According to the opinion unanimously held by Sunnīs, if one of the co-owners of an undivided immovable property sold his share to a third party, the other co-owners can exercise the right to pre-emption (ḥaqq al-shufʿa) to repurchase the share by paying the buyer the same amount that the latter spent, i.e., the price and any associated expenses. The right is established also in other circumstances according to some jurists, as suggested by this ḥadīth. The four Sunnī schools of law unanimously assert that the pre-emption right is established only after the object has been sold, and do not require the one who intends to sell an immovable property or his share to offer a sale to the pre-emptors or to inform him of his intention to sell his share. This is to say, their opinion contradicts this ḥadīth.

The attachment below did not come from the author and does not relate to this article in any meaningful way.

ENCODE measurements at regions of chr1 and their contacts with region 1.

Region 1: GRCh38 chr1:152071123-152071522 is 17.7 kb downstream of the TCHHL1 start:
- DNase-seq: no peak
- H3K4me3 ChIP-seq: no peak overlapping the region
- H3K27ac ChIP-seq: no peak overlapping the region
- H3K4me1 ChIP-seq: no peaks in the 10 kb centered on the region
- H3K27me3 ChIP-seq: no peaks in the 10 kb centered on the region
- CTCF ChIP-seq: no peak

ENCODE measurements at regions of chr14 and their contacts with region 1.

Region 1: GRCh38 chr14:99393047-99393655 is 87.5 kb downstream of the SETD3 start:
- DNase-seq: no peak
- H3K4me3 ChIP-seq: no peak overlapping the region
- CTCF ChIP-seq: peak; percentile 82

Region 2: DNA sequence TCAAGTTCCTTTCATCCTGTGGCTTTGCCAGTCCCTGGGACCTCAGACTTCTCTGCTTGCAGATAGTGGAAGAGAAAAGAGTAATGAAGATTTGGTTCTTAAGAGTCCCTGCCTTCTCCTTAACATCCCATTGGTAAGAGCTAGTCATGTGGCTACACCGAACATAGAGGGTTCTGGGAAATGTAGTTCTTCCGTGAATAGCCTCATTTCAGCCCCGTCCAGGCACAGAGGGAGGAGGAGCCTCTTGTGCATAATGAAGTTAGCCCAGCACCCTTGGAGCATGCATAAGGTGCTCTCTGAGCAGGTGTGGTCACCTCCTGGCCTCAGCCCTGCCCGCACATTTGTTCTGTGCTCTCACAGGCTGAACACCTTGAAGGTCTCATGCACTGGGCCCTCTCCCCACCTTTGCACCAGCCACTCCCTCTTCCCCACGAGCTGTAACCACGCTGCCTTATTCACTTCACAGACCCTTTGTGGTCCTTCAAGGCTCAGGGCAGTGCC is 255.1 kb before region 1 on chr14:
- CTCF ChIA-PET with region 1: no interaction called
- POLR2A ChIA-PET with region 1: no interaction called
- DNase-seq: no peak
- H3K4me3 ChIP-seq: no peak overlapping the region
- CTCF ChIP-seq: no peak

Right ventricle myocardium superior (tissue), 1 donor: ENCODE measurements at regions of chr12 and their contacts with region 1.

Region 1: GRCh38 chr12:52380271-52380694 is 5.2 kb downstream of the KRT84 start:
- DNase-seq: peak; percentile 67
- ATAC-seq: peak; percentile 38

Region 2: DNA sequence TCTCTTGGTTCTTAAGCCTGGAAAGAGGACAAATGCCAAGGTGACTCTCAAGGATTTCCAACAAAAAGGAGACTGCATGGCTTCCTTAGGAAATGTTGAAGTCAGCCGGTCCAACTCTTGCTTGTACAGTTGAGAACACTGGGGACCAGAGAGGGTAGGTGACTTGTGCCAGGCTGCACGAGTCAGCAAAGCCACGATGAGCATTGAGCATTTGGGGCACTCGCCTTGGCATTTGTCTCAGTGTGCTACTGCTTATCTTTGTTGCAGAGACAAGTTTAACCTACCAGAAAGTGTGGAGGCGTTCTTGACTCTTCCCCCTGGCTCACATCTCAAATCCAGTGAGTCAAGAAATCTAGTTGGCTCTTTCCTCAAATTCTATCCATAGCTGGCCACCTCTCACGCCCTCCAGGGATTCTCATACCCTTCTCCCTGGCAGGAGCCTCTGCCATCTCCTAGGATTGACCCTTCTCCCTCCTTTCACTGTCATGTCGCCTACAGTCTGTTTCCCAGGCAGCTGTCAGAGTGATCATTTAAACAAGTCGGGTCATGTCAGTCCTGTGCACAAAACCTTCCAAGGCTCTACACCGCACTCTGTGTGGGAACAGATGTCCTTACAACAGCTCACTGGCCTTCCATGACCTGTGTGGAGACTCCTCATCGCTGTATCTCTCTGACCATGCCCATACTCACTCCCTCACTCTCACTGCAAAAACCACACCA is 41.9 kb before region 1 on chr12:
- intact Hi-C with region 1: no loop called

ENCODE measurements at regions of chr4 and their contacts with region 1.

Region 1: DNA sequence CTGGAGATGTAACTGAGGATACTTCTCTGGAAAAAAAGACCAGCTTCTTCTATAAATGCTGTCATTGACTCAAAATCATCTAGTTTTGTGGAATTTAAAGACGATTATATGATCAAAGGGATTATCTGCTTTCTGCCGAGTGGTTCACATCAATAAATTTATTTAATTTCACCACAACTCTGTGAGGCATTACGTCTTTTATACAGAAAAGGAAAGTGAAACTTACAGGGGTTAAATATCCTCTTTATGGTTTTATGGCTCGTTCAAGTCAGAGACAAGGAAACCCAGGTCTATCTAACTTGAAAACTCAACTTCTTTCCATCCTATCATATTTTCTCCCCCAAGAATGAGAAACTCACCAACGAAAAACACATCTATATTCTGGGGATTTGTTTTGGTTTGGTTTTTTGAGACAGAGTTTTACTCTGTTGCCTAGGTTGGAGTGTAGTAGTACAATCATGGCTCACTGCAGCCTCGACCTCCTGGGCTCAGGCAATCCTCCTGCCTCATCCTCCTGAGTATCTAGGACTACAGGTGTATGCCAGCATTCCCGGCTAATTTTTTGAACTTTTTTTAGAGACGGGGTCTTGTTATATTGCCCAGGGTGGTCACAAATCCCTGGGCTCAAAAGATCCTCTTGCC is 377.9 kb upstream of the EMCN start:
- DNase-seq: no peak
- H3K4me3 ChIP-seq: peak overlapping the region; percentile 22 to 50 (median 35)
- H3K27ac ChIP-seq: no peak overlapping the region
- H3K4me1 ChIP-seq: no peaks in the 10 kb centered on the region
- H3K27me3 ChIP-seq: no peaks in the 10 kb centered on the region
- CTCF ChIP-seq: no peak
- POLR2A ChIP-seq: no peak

This is not an isolated case. There are many legal ḥadīths whose content contradicts the corresponding fiqh rule, as noted. The question then arises why traditionists recorded such ḥadīths. Many researchers may be inclined to infer that traditionists made it a rule to transmit ḥadīths to subsequent generations that they deemed to be authentic or at least that they did not deem to be inauthentic, even if those ḥadīths were actually abandoned or disregarded by jurists. This inference implies that traditionists, or those among them who were versed in jurisprudence, retained and transmitted ḥadīths inspired by ancient legal systems that were eventually overshadowed by the fiqh of the four Sunnī schools of law. However, we can conceive of another scenario, that is, traditionists did not only retain the ancient legal systems, but also developed their own legal systems.